The following case study has been written by one of the Centre’s Young Champions who lives with dissociative identity disorder.
My name’s Willow. I’m 23 years old and can often be found paddle boarding by the beach when weather allows it. I enjoy spending time with friends and loved ones just like most 20 something year olds.
When I wake up tomorrow I may not have the same abilities I have today or be able to present myself in the same way. I could be hiding away like a terrified child or I might spend the entire day by myself reading novels.
I have dissociative identity disorder which means that sometimes, the part of me currently steering my personality and influencing my choices takes a backseat and another part of myself becomes present. This other part of me can have vastly different abilities, may be unable to do things I can usually do quite easily and can even have a different age.
Living with dissociative identity disorder carries with it a significant stigma. It is often misrepresented as the classic Hollywood movie trope of having a “split personality.” This often leaves me feeling vulnerable. Every day I lose time, I engage in activities and have conversations I am not aware of and unable to influence. This can be for 2 hours or 2 days. My ability to attend full time education was and is greatly affected and makes my dream of attending university seems impossible at times.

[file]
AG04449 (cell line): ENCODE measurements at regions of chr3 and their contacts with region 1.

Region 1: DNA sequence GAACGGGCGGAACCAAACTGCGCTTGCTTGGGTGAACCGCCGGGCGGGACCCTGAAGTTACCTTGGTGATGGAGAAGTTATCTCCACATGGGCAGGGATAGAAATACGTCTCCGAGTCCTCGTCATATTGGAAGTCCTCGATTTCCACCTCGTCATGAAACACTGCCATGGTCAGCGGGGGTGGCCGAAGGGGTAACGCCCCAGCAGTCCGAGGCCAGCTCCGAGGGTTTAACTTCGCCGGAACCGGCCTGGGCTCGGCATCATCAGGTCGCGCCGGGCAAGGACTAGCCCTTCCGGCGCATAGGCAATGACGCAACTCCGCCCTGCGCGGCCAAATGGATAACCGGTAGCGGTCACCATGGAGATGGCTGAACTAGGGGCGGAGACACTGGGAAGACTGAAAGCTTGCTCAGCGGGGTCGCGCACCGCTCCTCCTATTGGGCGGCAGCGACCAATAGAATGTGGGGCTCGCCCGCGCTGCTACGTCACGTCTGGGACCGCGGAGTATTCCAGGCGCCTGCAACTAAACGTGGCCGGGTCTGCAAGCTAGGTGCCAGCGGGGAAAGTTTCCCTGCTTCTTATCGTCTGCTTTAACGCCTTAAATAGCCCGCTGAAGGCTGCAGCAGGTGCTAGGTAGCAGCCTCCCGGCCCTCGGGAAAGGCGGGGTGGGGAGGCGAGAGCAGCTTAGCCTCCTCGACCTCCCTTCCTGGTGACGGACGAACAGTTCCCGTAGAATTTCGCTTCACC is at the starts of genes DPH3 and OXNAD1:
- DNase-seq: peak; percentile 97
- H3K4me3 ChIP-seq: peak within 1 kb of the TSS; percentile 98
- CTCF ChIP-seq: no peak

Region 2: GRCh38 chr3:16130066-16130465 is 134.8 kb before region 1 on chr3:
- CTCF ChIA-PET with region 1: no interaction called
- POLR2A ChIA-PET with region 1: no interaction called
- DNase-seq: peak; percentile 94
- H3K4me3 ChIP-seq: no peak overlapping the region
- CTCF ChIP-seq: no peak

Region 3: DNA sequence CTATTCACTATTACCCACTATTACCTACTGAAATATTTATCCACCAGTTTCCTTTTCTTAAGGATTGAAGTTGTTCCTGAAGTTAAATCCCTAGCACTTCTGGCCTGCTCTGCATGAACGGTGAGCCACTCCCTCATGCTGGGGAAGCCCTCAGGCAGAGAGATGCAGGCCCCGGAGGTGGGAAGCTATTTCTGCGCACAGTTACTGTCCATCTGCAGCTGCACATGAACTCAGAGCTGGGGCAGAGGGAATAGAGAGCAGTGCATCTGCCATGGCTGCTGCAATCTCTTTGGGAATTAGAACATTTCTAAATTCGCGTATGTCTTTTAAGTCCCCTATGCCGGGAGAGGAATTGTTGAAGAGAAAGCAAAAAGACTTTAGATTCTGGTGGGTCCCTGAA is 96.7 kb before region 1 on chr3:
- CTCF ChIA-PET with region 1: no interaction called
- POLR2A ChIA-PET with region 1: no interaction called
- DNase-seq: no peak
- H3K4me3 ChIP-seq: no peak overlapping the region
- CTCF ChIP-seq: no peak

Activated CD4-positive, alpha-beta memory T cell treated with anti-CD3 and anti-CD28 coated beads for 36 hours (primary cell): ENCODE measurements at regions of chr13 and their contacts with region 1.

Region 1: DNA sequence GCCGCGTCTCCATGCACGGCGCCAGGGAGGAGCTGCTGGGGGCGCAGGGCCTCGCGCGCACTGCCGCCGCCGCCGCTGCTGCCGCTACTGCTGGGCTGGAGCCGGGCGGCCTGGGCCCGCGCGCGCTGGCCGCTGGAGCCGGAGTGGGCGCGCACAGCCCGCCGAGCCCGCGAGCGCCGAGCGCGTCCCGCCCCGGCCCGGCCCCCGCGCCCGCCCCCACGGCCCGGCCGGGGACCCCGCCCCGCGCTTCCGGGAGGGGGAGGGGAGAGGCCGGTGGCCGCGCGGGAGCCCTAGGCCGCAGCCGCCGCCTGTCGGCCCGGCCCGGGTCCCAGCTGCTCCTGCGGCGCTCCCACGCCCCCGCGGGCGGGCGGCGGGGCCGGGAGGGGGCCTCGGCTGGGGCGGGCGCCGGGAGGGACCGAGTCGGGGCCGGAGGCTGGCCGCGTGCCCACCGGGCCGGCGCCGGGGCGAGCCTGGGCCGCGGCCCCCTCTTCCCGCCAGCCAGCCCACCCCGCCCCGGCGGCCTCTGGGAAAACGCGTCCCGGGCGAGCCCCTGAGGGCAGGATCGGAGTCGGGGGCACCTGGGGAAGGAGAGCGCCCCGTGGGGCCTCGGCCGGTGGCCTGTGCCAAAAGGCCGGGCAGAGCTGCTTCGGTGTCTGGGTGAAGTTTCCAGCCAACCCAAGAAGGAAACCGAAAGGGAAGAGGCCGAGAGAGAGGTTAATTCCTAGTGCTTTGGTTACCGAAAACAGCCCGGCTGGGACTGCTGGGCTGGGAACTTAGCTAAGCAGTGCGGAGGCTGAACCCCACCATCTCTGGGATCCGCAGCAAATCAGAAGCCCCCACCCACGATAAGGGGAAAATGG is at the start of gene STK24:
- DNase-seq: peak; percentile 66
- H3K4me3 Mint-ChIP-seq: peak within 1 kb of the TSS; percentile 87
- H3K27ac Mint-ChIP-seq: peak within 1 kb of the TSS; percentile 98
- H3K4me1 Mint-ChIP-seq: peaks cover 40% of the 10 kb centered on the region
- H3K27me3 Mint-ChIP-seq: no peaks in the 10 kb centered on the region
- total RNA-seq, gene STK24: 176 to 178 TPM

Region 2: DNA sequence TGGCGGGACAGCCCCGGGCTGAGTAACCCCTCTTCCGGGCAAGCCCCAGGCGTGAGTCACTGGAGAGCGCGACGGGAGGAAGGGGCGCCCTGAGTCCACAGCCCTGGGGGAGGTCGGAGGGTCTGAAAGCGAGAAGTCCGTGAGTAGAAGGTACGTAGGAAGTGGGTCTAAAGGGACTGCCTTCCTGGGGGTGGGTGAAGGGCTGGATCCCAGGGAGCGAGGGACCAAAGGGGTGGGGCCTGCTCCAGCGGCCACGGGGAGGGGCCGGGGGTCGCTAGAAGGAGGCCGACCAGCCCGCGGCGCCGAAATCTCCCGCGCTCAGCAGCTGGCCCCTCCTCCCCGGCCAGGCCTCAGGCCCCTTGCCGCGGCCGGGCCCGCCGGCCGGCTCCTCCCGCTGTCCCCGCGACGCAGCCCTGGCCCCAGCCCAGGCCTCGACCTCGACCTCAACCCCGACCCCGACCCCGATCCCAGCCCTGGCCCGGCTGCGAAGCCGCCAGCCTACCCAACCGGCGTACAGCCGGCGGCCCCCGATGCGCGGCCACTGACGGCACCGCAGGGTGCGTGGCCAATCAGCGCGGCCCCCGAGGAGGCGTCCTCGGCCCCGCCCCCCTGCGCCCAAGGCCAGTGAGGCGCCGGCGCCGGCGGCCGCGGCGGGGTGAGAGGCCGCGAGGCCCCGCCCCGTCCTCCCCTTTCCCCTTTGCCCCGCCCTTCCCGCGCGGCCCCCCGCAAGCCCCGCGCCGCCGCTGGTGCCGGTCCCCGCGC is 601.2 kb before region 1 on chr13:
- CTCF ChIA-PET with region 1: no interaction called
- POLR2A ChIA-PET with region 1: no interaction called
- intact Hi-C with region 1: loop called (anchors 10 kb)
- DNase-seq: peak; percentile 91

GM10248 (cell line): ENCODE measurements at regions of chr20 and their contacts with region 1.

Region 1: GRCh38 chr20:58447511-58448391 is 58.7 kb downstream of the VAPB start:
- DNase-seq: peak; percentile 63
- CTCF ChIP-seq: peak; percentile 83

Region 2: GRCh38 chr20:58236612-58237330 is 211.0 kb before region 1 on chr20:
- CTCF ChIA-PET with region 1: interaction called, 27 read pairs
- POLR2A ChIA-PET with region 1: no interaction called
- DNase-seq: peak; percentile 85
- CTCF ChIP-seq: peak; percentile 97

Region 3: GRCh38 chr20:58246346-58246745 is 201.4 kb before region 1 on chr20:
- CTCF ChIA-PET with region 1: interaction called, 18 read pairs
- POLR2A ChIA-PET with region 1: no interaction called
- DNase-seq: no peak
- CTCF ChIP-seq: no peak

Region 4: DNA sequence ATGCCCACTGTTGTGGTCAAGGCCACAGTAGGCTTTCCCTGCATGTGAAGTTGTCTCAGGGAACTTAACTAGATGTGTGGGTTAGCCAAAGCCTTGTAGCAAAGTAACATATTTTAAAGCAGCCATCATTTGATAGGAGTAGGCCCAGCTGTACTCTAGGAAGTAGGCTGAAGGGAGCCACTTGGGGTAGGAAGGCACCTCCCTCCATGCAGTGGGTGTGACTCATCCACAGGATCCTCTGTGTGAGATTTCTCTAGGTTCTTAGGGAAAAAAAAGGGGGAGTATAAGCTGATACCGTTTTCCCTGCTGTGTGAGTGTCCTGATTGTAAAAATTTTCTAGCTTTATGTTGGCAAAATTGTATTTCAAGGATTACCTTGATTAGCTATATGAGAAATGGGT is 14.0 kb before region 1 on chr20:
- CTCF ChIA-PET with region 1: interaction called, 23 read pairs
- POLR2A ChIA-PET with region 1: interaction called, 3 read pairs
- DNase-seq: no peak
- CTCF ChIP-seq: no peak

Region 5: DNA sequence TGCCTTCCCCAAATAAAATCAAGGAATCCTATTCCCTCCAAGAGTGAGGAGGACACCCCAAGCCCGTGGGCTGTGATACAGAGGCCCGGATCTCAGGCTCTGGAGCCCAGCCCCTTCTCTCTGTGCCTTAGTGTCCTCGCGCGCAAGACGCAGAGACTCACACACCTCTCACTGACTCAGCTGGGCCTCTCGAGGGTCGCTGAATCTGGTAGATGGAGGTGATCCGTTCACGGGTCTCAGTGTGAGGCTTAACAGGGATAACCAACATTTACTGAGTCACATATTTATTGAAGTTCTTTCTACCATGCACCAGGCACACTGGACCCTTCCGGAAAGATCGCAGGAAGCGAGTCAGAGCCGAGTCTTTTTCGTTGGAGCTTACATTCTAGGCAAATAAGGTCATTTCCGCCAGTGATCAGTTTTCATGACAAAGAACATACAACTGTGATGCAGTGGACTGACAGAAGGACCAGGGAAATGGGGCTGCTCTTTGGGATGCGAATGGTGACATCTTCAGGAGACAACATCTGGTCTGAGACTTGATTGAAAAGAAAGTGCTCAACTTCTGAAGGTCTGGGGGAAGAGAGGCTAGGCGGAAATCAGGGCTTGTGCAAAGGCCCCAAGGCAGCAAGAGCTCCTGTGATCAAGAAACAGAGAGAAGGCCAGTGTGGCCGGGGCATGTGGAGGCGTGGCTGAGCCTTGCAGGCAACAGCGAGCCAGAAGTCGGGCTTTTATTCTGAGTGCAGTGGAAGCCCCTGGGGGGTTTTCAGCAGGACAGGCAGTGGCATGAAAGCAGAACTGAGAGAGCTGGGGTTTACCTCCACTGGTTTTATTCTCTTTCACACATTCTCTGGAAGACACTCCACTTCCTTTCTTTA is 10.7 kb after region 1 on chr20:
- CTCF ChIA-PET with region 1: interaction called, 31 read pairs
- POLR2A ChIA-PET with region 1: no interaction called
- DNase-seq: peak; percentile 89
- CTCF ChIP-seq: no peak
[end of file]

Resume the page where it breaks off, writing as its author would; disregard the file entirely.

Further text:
I am currently a Young Champion at the Anna Freud National Centre for Children and Families. Volunteering with the Centre has given me purpose and drive. It allows me to engage in meaningful activities that make a difference to children and families living with other mental health difficulties and I am honoured to be involved in such fantastic work.
Being a Young Champion has allowed me to experience amazing opportunities. I am currently participating in a project centred around the heritage of Anna Freud and how this can be carried forward to the Centre of Excellence under construction in Islington, with a focus on engaging young people.
The support and assistance I have received from the Centre’s Participation Officer has been incredibly validating and empowering. It has allowed me to voice my own ideas and suggestions which I would not have been comfortable with sharing previously. I am beginning to accept that my future will be shared. It will be difficult and scary at times, but this does not mean my future will be any less valuable.